The pyro producer, working with the client, usually will select half a dozen songs, which can range from classical to pop, that will best enhance the display. (Sinatra’s robust version of New York, New York is a favorite finale among hosts in that state.) The producer will blend one- or two-minute excerpts from each tune into a medley and then design his show around this soundtrack, allowing the rhythms and melodies to lend structure to the presentation.
As with the party itself, a longer fireworks display is not necessarily a better one. Twelve to 15 minutes is the duration most pyrotechnicians recommend, and no show, they advise, should continue for more than 20 minutes. As one aficionado says, “I’ve seen five-minute shows that were so sublime they made me weep.” Length does not distinguish a $70,000 show from a $10,000 one; intensity does. The less costly production might include a succession of so-called palm tree shells, which create drooping canopies of golden sparks. The high-end event will create a veritable palm forest all at once, an awe-inspiring sight that has what fireworks people call “wow-value.”
As one might expect, the fireworks industry is one of the country’s most heavily regulated. When planning a private show, company designers will visit the site, assess the amount of available space, and determine the viewers’ vantage point. If the site is near water, they might suggest incorporating a pond or lake into the display or firing from a barge on a river or off the beach; the reflection of fireworks on water can be particularly enchanting.
Company producers then will consult with the client on the budget, the music, the theme of the party, any particular effects or colors desired, and the level of noise; fireworks do not have to be earsplitting. Once these parameters have been established, the fireworks company handles the rest.
Few forms of entertainment can match the emotional appeal of a well-executed pyrotechnic production. Wondrous by nature and satisfying in elemental ways, fireworks can leave guests with memories that are indelible. “Private customers are very appreciative of what we do,” Grucci’s Butler says. “They may start out jaded, but when they see the show they’re in awe. It gives them a kind of childlike enjoyment.” How to Prevent Your Show from Misfiring
Fireworks experts make the following recommendations to ensure that your pyrotechnic presentation is not a dud.
Plan early. The company you hire may need several months to obtain all the necessary permits. If your party falls near the Fourth of July or on a Saturday night, you will need to make arrangements many months ahead.
Vet the site. If you plan to have the display on your own property, check with your local fire chief about restrictions. If your function is at a resort or country club, ask the management about the possibilities and limitations.
Stay on top of the process. The fireworks company should handle the details, but it is your show, and you should remain involved in the planning process.
Be courteous to your neighbors. Do not schedule the event too late at night. If you cannot invite them to the party, at least warn them about it. Be sure your fire department and 911 operators are informed as well. (Often, the fireworks company will handle notifications.)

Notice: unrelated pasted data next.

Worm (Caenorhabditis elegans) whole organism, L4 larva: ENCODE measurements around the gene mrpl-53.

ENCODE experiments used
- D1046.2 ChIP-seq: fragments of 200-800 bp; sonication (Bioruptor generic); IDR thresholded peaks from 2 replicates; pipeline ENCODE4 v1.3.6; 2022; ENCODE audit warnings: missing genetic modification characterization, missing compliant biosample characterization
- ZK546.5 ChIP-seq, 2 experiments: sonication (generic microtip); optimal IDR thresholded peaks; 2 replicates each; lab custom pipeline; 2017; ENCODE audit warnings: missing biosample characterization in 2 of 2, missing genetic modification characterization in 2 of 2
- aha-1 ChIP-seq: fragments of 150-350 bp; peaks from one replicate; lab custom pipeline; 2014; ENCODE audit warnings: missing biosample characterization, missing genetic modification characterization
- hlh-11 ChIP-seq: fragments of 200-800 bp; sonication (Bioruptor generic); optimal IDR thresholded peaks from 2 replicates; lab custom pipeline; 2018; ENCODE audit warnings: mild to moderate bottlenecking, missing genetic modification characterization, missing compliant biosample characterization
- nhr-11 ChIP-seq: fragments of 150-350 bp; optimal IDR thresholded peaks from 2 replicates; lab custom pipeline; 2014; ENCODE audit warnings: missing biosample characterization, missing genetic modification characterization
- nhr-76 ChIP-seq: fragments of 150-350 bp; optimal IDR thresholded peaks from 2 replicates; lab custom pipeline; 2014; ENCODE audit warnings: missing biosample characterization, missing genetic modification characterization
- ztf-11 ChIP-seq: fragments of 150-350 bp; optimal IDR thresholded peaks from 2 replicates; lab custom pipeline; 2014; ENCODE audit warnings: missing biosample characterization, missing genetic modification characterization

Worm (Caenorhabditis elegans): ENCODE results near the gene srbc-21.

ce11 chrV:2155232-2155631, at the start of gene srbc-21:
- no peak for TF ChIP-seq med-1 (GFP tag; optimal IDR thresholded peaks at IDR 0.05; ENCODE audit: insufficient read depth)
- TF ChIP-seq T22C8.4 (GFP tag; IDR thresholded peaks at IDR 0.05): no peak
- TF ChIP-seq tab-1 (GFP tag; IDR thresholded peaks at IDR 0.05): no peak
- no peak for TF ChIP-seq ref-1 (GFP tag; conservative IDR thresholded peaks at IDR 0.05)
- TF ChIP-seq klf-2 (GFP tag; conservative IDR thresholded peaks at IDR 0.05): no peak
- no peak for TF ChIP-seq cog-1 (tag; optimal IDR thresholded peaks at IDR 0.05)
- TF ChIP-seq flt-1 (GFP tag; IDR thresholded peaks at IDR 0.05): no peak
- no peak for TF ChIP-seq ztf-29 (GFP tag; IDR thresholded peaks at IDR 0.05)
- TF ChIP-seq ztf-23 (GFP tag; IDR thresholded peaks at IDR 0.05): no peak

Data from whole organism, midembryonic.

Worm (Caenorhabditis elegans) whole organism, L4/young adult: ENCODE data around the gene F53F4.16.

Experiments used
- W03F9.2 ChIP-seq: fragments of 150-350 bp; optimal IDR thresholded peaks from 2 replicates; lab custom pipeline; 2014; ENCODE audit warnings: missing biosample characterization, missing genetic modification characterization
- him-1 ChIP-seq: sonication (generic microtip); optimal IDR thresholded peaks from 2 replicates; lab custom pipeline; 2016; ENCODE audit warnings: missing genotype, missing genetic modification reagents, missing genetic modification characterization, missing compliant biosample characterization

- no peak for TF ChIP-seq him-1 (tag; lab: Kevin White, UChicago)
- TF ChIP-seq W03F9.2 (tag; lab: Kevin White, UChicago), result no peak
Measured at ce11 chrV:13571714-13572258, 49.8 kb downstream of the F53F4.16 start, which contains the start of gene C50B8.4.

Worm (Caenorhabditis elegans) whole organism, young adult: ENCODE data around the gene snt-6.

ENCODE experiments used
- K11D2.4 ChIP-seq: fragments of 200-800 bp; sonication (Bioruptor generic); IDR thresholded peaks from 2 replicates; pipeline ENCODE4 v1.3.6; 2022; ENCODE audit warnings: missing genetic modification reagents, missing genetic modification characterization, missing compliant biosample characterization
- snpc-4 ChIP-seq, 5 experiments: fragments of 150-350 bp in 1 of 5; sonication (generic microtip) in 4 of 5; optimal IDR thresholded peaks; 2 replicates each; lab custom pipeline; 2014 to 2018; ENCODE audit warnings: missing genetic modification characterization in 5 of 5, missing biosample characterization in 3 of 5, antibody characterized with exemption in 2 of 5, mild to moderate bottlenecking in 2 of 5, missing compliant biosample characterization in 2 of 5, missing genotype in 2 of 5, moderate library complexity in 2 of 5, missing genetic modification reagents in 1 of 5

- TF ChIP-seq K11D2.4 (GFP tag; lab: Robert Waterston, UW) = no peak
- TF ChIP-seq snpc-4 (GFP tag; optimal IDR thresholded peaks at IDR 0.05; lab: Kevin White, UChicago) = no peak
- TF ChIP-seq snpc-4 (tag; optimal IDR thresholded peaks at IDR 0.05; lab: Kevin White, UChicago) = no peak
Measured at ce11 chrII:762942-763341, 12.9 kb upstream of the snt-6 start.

Spread out the production. Encourage the pyro artists to use all of the available area. A so-called lollipop show, a succession of aerial shells shot from one location, will not be as compelling as one that includes multiple launch sites.
Limit the length. Twenty minutes should be the maximum duration of the show, and briefer often is better.
Choose your music. The right songs, selected in consultation with the fireworks company, can significantly enhance the event.
Shoot over water. Incorporating water—a pond, lake, or seafront—into the fireworks display can create captivating reflections.
Consider the weather. Rain obviously is an impediment, but display companies usually can work through it. Heavy fog is a greater obstacle. Winter fireworks can be enchanting.Give Your Guests the ‘Works
The best way to find a fireworks company is through a referral. You can begin by asking nearby municipalities which companies produce their Fourth of July shows. “Fireworks is an art,” says Julie Heckman, executive director of the American Pyrotechnics Association, an industry trade group. “When you hire a company, you’re hiring an artist. Their reputation is critical.” Following is a list of the larger fireworks companies around the country, although many smaller regional firms also are capable of producing top-notch shows.
Fireworks by Grucci: Located on New York’s Long Island, the firm operates nationally and internationally. It is considered one of the best, especially for high-end shows.
Zambelli Fireworks Internationale: Known as the First Family of Fireworks, Zambelli is located in New Castle, Pa. The firm is one of the oldest and largest American fireworks companies, with branches in Florida and California.
Pyro Spectaculars by Souza: A pioneer of pyromusicals that is headquartered in Rialto, Calif., Pyro Spectaculars is the largest display company in the West.
Pyrotecnico: Founded in 1889 in New Castle, Pa., and still owned by the Vitale family, Pyrotecnico has expanded by acquiring several smaller firms. The company produces more than 2,000 public and private shows a year.
Melrose Pyrotechnics: This Kingsbury, Ind., firm was founded in the early 1900s and now has eight distribution and sales locations around the country.
Rozzi’s Famous Fireworks: Located outside Cincinnati, Rozzi manufactures pyrotechnic devices for other firms. In July it won the silver trophy in the prestigious Montreal fireworks competition.